Blog: How to choose an Accountant

November 8, 2018 9:00 pm Published by Leave your thoughts

Choosing an accountant can be one of the most important decisions in your life. If you are thinking about starting a business; or 3 years behind on your personal income tax returns; or planning to build your wealth for retirement – choosing the right accountant can have a huge impact on your success!

Deciding on who to trust with your finances and your future can be quite a daunting task. It’s not as simple as minimising the amount of tax you have to pay in any one year – and even this can be complex – it’s more about building a relationship and helping you get the best financial outcomes over a longer period of time.

A bad accountant will:

A GOOD accountant will:

Think short term and transactional Build a relationship for the long haul
Put their business first Put your financial future first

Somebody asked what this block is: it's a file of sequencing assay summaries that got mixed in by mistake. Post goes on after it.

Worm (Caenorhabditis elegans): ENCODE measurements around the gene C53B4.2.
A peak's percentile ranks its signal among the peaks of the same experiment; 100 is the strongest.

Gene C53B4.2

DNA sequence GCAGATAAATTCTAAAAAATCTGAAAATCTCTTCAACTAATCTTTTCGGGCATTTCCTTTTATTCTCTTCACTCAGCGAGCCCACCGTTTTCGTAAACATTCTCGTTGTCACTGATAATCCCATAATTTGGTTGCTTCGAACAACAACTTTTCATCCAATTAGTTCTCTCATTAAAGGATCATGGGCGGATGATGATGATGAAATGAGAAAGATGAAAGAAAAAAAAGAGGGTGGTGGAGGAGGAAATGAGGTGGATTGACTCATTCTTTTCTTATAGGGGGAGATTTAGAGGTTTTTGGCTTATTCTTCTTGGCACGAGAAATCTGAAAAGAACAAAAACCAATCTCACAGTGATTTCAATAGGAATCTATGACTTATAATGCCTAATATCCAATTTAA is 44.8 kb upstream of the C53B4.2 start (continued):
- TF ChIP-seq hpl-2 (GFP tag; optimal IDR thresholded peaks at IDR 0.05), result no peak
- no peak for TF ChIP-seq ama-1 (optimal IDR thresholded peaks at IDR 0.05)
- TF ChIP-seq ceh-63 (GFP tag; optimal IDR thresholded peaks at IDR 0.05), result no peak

Talk to you when it suits them Be proactive and treat you as important
Claim they can do everything Be expert in their specialty area
Have a hidden agenda Provide transparent advice

That’s all well and good, but how can you actually tell that an accountant is good?

Luckily, there are some good indicators that will help you figure this out:

  1. Are they accredited? IPA, CA and CPA symbols indicate that the accountant is well accredited and has expertise
  2. What is their specialty? If their website says they do everything, then you’ll probably just be a number, but if the firm specialises in particular things, then you will be getting great tailored advice
  3. Are they active in the community? Professionals who spend time and effort in the community, give to charity, etc. are generally concerned about their clients’ well-being and success
  4. What do other customers say? Reading customer reviews and client testimonials will let you hear what other people have to say

Above all else, when making such an important decision you should Try Before You Buy. A good accountant will offer you a free initial consultation to make sure that you are right for each other. So for the cost of a coffee, it pays to make the best long term decision.

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This post was written by Emma Zajac